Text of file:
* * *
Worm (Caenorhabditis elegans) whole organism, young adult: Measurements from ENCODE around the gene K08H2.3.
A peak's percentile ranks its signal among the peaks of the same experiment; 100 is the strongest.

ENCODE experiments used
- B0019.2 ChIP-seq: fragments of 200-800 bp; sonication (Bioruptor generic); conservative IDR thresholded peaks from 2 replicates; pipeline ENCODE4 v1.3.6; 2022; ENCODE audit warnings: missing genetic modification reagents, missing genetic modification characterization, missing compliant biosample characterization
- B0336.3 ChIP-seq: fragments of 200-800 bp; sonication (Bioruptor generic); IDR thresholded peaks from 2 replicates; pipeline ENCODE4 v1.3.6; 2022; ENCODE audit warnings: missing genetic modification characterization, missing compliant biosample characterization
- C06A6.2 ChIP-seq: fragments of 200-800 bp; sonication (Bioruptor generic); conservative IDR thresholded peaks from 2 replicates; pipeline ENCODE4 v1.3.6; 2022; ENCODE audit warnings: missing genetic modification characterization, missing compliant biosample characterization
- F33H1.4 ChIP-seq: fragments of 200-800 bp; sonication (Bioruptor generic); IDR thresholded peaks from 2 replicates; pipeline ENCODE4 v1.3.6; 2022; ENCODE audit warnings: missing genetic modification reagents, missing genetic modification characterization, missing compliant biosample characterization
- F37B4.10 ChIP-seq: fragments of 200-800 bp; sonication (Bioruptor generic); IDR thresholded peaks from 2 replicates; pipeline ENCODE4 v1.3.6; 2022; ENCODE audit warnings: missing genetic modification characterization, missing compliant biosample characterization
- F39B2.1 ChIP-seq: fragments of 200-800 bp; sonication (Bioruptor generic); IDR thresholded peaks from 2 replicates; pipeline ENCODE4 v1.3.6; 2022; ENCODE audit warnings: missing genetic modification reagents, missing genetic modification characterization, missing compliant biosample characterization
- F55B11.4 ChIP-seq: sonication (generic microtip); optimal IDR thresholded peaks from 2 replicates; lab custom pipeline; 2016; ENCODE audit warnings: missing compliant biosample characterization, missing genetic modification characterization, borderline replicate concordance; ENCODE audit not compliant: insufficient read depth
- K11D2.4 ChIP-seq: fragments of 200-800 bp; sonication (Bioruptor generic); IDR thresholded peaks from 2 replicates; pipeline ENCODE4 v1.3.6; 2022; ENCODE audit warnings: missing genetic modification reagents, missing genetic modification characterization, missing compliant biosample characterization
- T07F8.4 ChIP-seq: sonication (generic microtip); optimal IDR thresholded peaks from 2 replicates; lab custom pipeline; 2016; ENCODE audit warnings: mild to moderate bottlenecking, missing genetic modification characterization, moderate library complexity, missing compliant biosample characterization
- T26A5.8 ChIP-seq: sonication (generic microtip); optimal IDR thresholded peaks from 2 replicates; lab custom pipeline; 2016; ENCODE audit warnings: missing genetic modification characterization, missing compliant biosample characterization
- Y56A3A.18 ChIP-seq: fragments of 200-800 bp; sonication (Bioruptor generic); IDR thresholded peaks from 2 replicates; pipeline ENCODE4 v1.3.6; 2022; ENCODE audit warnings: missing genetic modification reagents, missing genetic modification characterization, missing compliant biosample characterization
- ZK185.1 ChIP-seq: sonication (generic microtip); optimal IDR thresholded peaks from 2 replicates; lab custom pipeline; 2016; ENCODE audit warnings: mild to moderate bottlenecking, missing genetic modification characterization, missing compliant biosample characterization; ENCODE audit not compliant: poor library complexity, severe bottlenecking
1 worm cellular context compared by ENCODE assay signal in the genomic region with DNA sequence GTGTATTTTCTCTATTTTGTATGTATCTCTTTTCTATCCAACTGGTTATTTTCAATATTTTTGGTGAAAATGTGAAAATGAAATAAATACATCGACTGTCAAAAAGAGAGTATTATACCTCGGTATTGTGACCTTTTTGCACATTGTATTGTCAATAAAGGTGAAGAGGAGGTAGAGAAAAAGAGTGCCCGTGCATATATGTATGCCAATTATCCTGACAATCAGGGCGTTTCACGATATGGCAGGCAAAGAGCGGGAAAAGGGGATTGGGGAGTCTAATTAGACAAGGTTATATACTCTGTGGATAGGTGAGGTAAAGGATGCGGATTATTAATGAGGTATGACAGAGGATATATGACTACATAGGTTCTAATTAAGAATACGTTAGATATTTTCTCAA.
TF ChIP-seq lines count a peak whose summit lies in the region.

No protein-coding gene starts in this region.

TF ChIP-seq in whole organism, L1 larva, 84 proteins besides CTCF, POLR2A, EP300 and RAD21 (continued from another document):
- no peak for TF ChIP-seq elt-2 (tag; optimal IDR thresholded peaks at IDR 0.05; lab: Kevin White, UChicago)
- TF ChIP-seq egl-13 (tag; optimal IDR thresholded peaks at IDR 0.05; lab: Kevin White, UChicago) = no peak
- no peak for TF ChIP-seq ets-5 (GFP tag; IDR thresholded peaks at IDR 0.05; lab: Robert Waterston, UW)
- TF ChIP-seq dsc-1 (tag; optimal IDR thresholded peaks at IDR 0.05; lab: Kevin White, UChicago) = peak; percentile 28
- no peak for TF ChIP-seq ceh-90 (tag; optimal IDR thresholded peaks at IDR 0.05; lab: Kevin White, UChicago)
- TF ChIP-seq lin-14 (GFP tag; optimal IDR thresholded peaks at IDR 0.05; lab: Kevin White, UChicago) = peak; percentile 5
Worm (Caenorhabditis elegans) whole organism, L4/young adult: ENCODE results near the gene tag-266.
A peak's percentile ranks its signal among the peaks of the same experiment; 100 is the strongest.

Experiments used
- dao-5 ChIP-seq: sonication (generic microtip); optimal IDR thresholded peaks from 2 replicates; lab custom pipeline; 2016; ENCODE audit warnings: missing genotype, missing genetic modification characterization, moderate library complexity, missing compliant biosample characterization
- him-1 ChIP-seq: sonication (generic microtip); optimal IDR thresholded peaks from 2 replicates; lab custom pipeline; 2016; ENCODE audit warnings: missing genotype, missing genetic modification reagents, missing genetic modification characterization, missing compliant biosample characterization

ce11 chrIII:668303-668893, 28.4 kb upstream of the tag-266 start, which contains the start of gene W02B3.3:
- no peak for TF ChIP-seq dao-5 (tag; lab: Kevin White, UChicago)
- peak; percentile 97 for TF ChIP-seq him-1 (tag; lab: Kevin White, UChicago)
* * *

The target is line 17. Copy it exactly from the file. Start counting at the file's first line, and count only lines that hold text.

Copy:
TF ChIP-seq lines count a peak whose summit lies in the region.